Not All Secrets Should Be Kept
There’s no doubt secrecy starts early in childhood. Take, for example, when two kindergartners whisper to each other the name of a cute classmate. Teenagers secretly talk about sex, drugs and disagreements with their parents. And (adult) whisperings give way to office gossip.
“It’s hard to keep stuff to ourselves, and we tend to want to share information, even intimate stuff,” said Dr. Vicki Panaccione, a licensed psychologist and adolescent specialist. “And also part of why we tell the secret is for acceptance.”
Among teens, the issue of whether to tell or not doesn’t necessarily depend on factors of danger or safety, Panaccione said.
“That’s because teens are at an age when image and friendship are crucial. So if not telling a dangerous secret will keep a friendship intact, that is what the student likely will do.”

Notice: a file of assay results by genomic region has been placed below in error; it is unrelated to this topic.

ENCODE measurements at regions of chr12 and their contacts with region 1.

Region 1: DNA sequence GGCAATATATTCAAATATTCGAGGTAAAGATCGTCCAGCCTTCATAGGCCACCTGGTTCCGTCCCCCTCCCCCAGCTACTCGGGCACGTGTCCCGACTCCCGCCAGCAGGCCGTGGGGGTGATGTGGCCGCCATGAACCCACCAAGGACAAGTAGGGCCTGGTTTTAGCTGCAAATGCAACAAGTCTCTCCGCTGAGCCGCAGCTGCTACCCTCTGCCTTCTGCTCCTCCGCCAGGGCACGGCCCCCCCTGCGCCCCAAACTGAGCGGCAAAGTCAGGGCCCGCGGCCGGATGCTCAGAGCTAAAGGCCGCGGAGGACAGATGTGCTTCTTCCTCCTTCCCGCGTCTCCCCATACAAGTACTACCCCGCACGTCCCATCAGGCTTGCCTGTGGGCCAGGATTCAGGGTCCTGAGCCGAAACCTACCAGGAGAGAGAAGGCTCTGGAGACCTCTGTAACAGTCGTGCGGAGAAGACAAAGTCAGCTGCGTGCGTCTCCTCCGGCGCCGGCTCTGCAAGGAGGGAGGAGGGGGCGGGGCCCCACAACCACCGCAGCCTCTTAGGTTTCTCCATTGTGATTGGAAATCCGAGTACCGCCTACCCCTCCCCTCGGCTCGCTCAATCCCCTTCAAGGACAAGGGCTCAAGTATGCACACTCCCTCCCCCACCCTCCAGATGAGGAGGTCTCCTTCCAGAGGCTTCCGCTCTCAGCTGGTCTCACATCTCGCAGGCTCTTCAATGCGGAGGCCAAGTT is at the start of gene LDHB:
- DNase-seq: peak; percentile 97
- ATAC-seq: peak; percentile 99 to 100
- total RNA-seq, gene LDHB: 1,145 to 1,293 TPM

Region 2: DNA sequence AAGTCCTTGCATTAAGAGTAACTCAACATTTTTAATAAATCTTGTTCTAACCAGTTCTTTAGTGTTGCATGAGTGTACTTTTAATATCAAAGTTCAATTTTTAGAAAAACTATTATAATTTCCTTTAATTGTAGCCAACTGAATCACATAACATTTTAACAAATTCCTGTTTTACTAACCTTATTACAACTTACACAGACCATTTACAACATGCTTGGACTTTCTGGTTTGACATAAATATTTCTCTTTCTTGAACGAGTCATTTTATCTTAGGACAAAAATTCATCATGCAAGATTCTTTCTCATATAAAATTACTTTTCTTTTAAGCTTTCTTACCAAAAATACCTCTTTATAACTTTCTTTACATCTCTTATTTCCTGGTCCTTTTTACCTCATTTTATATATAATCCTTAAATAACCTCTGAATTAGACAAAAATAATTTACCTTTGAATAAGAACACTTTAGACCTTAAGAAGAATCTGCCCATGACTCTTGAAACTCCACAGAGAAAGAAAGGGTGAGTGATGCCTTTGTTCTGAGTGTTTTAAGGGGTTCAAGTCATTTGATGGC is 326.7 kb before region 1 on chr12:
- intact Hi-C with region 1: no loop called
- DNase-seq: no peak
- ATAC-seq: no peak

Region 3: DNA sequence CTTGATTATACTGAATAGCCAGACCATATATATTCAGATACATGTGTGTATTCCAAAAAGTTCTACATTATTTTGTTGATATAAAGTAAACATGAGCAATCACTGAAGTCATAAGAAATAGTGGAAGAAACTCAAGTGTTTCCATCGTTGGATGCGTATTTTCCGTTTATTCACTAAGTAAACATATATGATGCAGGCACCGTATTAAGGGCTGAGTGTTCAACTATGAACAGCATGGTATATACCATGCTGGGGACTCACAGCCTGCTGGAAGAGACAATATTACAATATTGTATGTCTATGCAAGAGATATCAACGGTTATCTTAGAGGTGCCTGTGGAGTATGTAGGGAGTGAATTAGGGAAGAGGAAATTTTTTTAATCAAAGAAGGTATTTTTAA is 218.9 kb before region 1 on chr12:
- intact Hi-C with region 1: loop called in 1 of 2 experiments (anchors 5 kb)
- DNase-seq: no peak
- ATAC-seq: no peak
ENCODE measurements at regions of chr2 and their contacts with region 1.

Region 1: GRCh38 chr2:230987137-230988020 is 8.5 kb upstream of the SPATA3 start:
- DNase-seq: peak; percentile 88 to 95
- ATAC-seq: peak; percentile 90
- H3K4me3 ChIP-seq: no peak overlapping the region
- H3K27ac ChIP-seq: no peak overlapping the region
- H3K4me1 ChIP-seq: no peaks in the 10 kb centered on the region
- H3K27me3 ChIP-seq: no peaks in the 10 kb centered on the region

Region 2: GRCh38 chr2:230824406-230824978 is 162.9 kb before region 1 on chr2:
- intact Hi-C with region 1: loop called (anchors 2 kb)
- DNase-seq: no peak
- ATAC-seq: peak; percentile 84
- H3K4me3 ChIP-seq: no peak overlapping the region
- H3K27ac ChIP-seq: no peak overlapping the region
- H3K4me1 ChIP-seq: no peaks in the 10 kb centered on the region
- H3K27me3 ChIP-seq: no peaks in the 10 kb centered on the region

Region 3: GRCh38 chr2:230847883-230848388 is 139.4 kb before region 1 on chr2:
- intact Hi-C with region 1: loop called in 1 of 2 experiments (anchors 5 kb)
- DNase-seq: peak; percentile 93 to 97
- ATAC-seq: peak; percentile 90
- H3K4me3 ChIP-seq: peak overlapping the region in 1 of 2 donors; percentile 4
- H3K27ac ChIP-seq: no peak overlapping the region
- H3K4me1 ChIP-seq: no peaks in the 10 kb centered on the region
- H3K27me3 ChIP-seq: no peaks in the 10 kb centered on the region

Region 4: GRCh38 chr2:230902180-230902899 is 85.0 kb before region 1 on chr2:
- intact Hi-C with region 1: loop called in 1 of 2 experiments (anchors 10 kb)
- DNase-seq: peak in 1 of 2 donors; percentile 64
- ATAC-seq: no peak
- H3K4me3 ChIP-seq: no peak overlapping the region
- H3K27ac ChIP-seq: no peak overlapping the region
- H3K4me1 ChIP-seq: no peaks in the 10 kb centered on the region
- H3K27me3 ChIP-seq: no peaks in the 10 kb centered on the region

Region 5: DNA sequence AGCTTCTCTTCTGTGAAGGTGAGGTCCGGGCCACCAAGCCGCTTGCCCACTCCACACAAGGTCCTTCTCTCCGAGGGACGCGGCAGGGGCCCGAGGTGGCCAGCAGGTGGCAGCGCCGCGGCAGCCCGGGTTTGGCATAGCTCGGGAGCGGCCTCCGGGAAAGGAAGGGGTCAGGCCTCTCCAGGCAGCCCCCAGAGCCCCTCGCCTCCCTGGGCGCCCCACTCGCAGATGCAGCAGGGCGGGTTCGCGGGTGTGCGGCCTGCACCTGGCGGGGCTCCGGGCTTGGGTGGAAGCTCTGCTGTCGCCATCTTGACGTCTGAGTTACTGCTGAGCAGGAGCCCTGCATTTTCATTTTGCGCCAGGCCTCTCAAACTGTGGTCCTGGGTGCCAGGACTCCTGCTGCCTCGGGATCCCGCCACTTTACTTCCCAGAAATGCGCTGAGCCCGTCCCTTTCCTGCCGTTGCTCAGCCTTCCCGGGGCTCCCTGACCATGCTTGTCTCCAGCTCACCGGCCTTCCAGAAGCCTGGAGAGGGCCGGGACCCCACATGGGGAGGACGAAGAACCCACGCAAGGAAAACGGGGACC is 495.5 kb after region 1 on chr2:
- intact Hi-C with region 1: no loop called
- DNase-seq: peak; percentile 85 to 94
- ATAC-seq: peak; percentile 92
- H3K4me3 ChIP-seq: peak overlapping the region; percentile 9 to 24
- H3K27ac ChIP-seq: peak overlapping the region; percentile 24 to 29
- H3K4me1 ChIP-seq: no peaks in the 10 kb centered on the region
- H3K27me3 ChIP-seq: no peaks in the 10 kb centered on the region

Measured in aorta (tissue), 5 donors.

“It is prevalent among teens, and I’m very concerned about it,” Panaccione said. “I see a lot of teen-age girls who confide in each other, but there are times when they need to get an adult involved.
“Telling secrets puts these teens under incredible pressure as to what to do,” Panaccione said. “They are afraid of what will happen if they tell the secret, but then they’re afraid of what will happen if they don’t tell.”
As published in Florida Today.
© MMVI Vicki Panaccione, Ph.D.